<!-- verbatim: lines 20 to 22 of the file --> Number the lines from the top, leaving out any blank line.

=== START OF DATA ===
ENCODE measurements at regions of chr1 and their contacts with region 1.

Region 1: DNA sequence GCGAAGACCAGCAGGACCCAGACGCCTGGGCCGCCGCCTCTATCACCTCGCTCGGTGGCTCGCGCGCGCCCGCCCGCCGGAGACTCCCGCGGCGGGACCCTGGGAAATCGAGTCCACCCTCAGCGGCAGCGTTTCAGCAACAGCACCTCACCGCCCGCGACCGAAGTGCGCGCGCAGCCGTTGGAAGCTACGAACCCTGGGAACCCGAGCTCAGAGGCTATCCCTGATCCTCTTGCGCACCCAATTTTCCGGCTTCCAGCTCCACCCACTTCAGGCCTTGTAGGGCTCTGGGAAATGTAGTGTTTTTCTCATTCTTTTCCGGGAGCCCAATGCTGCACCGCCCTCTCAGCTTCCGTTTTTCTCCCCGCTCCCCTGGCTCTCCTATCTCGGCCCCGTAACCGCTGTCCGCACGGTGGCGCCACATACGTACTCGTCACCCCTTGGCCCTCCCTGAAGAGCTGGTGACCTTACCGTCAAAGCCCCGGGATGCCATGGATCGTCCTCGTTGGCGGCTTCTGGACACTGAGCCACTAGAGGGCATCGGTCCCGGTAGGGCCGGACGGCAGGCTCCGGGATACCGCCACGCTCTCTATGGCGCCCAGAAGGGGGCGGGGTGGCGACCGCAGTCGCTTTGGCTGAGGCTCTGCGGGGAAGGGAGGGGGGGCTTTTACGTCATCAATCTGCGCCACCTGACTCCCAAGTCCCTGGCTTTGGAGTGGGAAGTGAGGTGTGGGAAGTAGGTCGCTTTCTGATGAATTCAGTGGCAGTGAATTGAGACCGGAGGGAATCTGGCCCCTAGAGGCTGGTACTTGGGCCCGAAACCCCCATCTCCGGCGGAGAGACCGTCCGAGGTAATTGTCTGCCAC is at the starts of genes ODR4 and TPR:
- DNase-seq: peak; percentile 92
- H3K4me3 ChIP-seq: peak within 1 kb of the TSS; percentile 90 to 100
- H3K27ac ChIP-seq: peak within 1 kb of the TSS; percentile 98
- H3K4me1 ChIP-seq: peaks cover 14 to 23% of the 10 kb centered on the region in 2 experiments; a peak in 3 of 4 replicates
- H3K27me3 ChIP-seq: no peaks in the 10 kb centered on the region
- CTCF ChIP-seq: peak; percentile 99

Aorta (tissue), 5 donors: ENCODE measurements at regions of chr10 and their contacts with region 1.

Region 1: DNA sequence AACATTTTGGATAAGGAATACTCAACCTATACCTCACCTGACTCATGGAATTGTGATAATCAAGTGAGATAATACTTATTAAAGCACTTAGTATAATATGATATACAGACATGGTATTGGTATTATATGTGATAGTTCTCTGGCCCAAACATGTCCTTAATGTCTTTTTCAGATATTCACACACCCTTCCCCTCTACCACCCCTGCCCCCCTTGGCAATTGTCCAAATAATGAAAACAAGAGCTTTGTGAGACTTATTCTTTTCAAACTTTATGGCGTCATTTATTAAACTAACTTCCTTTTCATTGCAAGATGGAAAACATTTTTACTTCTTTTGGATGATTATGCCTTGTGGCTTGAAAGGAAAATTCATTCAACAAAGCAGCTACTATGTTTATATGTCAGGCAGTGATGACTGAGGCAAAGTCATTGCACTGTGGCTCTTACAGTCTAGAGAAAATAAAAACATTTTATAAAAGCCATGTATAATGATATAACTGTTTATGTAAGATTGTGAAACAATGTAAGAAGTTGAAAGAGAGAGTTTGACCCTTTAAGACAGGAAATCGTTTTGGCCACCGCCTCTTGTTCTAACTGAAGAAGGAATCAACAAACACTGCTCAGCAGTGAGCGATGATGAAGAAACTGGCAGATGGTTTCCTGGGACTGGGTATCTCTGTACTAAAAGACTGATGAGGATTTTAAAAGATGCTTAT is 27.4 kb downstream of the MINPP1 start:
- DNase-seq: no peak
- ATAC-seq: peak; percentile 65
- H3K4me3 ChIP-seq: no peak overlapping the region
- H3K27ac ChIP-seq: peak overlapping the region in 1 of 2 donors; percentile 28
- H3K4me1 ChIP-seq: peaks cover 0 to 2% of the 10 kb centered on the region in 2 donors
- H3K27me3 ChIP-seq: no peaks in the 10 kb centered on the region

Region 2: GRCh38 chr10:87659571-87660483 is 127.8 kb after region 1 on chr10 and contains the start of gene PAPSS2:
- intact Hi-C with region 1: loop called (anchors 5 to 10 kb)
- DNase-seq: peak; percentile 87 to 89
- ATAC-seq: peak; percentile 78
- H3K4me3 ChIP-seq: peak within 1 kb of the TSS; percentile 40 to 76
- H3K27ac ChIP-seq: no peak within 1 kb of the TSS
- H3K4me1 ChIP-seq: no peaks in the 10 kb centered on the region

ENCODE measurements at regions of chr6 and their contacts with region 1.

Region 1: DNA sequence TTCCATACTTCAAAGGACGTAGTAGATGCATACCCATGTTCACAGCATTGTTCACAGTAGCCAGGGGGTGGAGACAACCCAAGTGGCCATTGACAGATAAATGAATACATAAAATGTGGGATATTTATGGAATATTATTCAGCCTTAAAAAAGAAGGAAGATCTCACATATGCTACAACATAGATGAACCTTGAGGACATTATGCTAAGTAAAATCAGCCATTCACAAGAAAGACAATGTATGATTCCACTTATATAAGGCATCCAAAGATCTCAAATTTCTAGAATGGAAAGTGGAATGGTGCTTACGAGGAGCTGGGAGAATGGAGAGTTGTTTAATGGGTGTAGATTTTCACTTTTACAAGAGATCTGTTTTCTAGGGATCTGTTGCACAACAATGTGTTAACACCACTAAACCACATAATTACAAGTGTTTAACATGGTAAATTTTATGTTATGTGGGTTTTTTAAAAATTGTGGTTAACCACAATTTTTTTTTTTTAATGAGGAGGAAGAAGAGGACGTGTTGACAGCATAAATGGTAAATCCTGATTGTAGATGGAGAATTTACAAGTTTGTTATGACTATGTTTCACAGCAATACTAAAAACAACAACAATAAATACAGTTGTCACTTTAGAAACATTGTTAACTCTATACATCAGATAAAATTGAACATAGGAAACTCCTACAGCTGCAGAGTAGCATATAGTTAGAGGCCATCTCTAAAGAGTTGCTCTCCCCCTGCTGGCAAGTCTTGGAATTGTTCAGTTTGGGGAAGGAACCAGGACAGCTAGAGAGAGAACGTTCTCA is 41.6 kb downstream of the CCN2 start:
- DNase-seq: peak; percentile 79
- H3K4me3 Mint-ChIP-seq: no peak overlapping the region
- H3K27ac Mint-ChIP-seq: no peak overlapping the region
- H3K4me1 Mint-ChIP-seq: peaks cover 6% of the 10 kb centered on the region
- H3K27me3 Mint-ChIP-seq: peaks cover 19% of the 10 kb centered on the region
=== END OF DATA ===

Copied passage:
- ATAC-seq: peak; percentile 78
- H3K4me3 ChIP-seq: peak within 1 kb of the TSS; percentile 40 to 76
- H3K27ac ChIP-seq: no peak within 1 kb of the TSS